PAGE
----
Atlanta Contemporary Gift Shop: A ‘love letter’ to the artists
When Lynne Tanzer, shop curator at Atlanta Contemporary’s gift shop, stepped into her role, shop sales increased 876%.
Atlanta Contemporary is a nonprofit institution that aims to engage visitors through the creation, presentation and advancement of contemporary art. It’s entirely free to the public and celebrates its 50th anniversary this year. Its tagline, “changing the way we all see art,” drives both the museum and its gift shop, which offers stationery, pottery, jewelry and apparel at a variety of price points.
Contemporary art tends to address controversial topics head on and can sometimes lead to uncomfortable — yet important — conversations. Atlanta Contemporary aims to facilitate these discussions in a healthy way, and its gift shop is an extension of that.
“Art is a way that you can have a conversation about something that is a little bit more stressful,” Tanzer said. “It gives you a gateway into these kinds of thought processes.”
When assembling the Atlanta Contemporary shop’s merchandising and displays, Tanzer’s top priority is to make sure visitors feel welcome. To do this, she takes a close look at the museum’s demographics. According to Tanzer, Atlanta Contemporary’s visitors are 56% BIPOC. 76% identify as female, and an increasing number of people identifying as nonbinary are coming through the doors.
“I spend a lot of time looking at our demographics to figure out how we can make these people take something away that’s going to help them live a little bit more artfully and make them feel seen,” Tanzer said. “I really want everybody to feel like they are welcome and can ask questions. They should know that they belong here, that art really is for everybody. So the gift shop is this nice way to let them know that we’re really happy that they’re here.”
When Tanzer is making buying and merchandising decisions, she takes care to ensure there is representation of BIPOC on the greeting cards, for example. Her ultimate goal is to genuinely welcome visitors through the doors and let them know they are safe and seen with her displays.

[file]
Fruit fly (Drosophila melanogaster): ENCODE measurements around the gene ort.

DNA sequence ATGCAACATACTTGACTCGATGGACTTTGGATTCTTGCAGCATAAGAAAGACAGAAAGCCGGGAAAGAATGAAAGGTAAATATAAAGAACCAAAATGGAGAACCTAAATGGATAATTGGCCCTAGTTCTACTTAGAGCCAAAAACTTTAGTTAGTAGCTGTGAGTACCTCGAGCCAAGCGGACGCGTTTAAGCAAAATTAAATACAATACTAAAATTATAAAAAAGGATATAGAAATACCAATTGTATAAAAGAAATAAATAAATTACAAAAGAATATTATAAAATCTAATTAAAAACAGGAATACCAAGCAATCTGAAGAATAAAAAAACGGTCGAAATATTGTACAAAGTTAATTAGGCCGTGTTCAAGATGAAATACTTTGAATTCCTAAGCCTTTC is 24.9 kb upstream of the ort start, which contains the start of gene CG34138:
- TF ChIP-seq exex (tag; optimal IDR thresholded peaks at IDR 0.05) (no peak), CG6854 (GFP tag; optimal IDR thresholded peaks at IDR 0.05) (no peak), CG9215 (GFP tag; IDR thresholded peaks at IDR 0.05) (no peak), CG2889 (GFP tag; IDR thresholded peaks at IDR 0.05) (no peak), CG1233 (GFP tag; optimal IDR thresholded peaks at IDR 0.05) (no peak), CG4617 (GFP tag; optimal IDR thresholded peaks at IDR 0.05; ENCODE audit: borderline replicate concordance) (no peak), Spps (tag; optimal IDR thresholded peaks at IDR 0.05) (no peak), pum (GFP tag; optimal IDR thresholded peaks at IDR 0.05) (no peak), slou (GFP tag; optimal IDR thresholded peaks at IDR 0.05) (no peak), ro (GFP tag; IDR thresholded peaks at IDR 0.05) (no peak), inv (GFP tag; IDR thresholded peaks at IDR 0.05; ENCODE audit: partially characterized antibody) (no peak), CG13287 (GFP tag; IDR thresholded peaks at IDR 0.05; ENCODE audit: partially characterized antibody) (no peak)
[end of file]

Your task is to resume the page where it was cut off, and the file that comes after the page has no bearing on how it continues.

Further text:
“It was Gay Pride [Month] one year, and I thought it’d be really nice to have a greeting card that said something like ‘You’re out and I’m proud of you,’” Tanzer said.
While it’s important to be inclusive, the Atlanta Contemporary gift shop also aims to pay homage to the artists with beautiful displays, which she changes out quarterly. To make her displays one of a kind, Tanzer said she scours thrift shops for items that inspire her.
“We had a celestial vibe [for one display], and I found these really cool, crackled glass vases that I anchored to the table so that you couldn’t break them, and then I draped jewelry over them,” she elaborated. “It wasn’t like you were looking at the display more than the item, but it complemented the item and drew your eye to it.”
When assembling a display, Tanzer recommends keeping creativity at the forefront and allowing room to adjust an original vision as needed to really bring the setup to life.
“My favorite part of the whole process is that day when everything comes down, I take everything off the tables, I wipe everything down, and I start putting the next display together,” Tanzer said. “It’s curated; it’s like putting a favorite outfit together — I want it to be visually appealing from every angle. I have boxes of just random fabric, so if a table isn’t really doing it for me, I’ll maybe put down a velvet texture. Instead of putting something in just a plain glass, let’s put it in a glass that has an iridescent film on it. I think it’s just about taking that extra step to make it feel more artful.”
Ultimately, Tanzer believes her role at the Atlanta Contemporary gift shop is to applaud and pay homage to the artists showcased at the museum while artfully rounding out the visitor experience.
“If we’re going to display this, we’re going to do it in the best way,” Tanzer said. “I want it to always go back to the artist. I guess that’s my contribution. It’s just a love letter to the artists.”